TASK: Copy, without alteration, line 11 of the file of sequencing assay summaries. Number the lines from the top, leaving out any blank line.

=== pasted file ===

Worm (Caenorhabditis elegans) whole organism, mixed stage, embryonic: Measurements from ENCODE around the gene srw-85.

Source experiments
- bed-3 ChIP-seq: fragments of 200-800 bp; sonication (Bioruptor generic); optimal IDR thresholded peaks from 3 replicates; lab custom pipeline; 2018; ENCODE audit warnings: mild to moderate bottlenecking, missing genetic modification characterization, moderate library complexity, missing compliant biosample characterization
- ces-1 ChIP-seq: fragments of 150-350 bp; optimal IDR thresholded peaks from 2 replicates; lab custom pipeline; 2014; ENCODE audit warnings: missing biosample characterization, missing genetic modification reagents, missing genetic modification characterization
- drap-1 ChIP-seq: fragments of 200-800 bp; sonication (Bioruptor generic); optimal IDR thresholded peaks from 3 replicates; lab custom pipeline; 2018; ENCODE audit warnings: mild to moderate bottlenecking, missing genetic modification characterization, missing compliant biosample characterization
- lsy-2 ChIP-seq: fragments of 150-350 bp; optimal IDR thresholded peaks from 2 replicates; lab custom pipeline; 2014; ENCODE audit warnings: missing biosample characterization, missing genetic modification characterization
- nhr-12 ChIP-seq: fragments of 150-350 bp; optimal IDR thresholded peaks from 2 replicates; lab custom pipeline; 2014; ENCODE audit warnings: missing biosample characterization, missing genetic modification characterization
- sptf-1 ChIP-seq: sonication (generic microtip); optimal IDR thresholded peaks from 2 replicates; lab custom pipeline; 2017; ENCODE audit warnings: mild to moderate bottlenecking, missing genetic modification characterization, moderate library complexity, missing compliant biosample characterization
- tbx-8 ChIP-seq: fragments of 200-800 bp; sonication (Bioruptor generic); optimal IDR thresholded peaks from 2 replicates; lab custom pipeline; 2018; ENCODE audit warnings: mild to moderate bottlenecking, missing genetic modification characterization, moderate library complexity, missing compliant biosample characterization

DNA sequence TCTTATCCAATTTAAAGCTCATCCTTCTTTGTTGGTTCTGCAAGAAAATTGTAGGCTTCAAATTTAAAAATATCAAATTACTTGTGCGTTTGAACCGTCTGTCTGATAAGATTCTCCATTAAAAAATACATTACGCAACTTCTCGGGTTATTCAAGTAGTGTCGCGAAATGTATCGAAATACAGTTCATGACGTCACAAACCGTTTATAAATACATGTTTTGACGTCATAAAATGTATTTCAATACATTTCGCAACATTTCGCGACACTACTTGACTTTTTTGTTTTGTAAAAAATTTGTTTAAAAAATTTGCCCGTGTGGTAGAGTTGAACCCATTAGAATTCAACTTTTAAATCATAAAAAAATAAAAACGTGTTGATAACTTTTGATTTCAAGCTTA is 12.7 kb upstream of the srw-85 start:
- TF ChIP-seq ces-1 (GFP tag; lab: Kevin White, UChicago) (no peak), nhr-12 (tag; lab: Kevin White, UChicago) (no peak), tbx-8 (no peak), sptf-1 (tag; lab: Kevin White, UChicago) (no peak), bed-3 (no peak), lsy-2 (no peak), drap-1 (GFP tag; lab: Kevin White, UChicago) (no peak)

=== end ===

- TF ChIP-seq ces-1 (GFP tag; lab: Kevin White, UChicago) (no peak), nhr-12 (tag; lab: Kevin White, UChicago) (no peak), tbx-8 (no peak), sptf-1 (tag; lab: Kevin White, UChicago) (no peak), bed-3 (no peak), lsy-2 (no peak), drap-1 (GFP tag; lab: Kevin White, UChicago) (no peak)